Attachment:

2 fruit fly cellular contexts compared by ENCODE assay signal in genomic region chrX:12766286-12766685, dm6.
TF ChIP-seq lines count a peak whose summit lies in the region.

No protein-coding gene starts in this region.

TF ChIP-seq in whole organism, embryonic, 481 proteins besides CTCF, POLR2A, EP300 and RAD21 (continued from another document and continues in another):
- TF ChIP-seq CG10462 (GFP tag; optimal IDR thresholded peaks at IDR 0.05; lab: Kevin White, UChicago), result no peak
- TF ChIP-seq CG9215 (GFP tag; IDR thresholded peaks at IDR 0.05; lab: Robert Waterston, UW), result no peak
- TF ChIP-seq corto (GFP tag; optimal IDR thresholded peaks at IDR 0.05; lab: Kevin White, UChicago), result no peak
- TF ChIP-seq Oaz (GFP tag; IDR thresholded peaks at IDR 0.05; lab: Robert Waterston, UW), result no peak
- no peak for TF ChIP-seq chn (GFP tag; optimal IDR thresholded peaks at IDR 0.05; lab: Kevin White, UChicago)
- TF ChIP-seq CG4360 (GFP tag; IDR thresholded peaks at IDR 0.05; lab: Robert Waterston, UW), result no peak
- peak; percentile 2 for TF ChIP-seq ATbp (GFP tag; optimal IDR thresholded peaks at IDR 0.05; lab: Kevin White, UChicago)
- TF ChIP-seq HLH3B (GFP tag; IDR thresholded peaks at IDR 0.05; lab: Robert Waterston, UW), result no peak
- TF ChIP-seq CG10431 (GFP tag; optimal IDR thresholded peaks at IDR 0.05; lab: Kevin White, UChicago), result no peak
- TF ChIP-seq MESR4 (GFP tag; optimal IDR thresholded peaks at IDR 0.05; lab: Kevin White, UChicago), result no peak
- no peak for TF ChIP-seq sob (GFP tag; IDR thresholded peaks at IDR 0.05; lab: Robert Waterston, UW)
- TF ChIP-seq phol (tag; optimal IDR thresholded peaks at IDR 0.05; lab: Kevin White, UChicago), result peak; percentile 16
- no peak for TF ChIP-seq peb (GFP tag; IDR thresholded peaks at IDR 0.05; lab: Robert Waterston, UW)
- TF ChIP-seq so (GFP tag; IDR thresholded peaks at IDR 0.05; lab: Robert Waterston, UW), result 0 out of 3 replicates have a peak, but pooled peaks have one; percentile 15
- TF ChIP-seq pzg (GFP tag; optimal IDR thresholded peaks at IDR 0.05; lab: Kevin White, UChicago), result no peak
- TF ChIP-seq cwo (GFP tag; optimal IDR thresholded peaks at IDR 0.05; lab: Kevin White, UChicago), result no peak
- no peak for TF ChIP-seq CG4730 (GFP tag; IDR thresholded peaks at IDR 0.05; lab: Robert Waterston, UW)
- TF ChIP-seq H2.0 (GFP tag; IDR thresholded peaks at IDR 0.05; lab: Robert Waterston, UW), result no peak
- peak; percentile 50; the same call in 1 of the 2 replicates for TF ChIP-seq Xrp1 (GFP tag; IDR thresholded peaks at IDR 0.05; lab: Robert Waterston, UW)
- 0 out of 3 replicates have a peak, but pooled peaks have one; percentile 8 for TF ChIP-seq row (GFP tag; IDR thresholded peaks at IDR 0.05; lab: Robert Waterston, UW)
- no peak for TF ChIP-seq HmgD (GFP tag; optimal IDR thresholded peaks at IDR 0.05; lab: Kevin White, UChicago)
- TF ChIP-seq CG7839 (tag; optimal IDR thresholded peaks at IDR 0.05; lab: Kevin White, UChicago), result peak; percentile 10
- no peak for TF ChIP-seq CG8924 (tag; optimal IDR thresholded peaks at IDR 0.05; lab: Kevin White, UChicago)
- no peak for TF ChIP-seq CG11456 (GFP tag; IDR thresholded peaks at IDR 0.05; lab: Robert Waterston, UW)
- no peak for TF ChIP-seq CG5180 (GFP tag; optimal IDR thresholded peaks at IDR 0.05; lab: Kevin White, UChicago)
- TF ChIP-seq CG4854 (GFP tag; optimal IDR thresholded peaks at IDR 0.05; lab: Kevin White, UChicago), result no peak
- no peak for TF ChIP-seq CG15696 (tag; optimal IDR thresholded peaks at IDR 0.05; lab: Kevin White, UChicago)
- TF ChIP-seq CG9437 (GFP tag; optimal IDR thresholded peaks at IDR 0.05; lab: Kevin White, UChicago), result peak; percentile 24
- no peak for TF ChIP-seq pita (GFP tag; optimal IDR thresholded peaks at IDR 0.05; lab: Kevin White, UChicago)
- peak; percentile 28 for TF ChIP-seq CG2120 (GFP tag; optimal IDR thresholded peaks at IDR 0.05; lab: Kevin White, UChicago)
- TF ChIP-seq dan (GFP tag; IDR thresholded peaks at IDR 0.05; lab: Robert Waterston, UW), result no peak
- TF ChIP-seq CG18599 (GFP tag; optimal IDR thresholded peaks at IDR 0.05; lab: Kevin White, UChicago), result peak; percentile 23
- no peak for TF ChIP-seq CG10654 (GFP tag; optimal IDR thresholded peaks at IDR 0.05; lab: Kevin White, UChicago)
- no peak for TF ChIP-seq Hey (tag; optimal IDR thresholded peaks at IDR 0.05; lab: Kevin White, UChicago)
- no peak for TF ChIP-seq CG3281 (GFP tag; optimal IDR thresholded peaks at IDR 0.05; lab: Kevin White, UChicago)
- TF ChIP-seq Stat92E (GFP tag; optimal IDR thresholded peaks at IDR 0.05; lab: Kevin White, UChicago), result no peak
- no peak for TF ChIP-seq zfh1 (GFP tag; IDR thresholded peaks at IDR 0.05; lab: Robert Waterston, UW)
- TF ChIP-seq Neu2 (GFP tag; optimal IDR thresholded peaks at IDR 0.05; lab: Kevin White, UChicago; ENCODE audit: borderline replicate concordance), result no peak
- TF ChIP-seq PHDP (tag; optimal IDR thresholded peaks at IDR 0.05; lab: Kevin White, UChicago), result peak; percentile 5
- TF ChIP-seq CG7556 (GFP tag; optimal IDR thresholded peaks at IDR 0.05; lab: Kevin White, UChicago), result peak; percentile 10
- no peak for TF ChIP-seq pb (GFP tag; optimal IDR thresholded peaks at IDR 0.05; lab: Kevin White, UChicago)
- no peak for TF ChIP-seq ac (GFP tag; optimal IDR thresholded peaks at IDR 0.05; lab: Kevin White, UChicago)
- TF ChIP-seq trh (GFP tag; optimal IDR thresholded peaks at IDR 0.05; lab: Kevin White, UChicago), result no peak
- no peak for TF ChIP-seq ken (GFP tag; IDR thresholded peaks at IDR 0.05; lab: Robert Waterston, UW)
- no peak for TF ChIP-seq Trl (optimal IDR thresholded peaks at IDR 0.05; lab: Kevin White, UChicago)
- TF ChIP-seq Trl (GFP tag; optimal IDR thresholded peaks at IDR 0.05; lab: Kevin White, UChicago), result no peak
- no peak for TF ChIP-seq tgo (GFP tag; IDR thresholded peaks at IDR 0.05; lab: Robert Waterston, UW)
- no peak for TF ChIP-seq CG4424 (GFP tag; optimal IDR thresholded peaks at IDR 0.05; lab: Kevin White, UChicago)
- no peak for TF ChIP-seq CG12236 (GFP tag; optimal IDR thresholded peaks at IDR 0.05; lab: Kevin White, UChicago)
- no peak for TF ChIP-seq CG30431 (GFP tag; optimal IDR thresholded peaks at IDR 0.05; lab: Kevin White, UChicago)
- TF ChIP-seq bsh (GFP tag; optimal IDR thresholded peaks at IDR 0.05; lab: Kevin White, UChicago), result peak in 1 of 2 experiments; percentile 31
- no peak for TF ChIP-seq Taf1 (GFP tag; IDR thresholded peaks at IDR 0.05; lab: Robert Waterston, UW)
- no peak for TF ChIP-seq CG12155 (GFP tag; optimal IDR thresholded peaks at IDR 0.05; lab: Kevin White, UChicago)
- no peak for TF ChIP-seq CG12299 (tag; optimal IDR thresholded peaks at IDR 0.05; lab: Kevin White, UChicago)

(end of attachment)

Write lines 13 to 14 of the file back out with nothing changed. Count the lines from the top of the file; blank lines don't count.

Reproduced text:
- TF ChIP-seq CG10431 (GFP tag; optimal IDR thresholded peaks at IDR 0.05; lab: Kevin White, UChicago), result no peak
- TF ChIP-seq MESR4 (GFP tag; optimal IDR thresholded peaks at IDR 0.05; lab: Kevin White, UChicago), result no peak